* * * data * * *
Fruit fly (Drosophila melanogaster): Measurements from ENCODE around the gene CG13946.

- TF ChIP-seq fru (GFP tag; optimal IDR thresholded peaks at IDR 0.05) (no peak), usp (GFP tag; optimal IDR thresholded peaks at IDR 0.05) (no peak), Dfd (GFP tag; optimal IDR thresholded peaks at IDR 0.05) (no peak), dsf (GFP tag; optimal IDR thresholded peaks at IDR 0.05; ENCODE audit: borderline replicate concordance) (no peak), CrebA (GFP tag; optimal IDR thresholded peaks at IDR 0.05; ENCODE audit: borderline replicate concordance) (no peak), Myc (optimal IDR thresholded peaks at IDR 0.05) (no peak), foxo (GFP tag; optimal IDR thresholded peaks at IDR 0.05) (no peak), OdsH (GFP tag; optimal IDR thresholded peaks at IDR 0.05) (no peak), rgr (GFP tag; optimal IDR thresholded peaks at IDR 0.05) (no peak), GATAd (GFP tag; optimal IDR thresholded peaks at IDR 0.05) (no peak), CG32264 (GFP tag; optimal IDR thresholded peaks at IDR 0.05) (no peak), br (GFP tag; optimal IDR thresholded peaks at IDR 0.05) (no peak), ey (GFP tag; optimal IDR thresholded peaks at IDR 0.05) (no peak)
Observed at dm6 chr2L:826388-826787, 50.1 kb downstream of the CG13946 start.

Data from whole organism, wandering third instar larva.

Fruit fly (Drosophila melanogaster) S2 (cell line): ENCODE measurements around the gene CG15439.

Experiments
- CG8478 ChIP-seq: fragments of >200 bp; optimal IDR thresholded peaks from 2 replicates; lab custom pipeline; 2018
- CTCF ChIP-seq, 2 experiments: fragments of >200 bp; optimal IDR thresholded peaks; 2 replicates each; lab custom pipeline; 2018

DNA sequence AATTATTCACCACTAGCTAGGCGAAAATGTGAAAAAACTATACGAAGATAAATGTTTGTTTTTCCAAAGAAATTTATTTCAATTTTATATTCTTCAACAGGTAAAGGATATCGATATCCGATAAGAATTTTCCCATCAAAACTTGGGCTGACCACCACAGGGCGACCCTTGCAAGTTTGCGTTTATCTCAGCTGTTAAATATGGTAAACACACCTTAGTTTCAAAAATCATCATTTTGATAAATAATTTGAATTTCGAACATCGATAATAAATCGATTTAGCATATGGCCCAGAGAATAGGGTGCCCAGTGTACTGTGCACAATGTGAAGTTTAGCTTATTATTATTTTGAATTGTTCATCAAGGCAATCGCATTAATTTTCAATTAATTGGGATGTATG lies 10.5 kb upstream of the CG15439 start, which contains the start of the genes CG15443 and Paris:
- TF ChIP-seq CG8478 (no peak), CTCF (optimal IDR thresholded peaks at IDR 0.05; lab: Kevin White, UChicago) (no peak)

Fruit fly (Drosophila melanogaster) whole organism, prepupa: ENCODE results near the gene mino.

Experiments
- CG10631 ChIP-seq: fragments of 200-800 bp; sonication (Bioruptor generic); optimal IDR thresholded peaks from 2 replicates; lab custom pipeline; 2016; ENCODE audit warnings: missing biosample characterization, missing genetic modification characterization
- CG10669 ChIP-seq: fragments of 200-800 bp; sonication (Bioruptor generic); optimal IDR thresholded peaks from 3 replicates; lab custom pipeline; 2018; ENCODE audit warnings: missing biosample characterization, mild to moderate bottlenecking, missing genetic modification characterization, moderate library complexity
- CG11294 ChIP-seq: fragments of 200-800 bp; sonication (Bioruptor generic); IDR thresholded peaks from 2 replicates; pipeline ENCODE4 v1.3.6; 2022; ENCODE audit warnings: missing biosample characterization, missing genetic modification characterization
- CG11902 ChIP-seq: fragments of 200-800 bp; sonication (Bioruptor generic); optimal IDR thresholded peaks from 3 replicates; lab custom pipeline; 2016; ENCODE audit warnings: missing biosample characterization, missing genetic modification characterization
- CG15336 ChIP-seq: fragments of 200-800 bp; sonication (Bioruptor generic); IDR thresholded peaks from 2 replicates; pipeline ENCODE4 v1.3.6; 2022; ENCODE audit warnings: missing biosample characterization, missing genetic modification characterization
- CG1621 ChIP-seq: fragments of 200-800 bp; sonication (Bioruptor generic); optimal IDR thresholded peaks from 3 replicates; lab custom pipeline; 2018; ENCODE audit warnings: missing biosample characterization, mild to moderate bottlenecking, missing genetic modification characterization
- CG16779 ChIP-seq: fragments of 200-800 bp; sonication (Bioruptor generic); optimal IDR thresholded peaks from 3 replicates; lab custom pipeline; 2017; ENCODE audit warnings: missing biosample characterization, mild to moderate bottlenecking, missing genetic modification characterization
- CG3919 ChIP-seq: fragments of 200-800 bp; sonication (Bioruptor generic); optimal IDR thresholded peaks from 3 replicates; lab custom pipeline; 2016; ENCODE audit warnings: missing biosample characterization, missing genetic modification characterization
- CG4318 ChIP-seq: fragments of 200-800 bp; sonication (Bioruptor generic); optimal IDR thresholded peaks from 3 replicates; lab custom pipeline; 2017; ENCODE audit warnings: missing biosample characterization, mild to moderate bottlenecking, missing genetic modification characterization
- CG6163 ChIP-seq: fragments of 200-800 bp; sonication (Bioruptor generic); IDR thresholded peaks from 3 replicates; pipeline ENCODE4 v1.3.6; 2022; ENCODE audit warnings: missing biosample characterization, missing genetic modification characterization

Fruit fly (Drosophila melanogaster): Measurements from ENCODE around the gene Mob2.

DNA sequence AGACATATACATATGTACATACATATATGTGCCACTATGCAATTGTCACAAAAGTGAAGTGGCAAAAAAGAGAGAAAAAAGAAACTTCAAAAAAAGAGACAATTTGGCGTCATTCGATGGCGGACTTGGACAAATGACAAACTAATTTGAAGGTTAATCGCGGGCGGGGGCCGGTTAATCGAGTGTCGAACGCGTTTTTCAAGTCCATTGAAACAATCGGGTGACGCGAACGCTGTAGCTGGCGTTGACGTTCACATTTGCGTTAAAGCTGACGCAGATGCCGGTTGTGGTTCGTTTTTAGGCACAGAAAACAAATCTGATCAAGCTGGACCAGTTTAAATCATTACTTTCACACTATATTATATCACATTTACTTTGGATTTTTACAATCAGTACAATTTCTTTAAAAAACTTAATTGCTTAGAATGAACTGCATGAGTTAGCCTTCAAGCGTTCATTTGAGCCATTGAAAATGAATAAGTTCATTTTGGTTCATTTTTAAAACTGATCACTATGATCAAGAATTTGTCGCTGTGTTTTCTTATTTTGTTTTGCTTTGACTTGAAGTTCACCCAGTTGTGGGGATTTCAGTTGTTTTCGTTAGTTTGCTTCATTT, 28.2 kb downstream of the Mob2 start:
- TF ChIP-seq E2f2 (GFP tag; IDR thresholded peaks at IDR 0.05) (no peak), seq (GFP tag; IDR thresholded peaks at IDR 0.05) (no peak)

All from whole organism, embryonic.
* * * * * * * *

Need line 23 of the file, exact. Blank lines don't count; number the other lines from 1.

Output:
Fruit fly (Drosophila melanogaster): Measurements from ENCODE around the gene Mob2.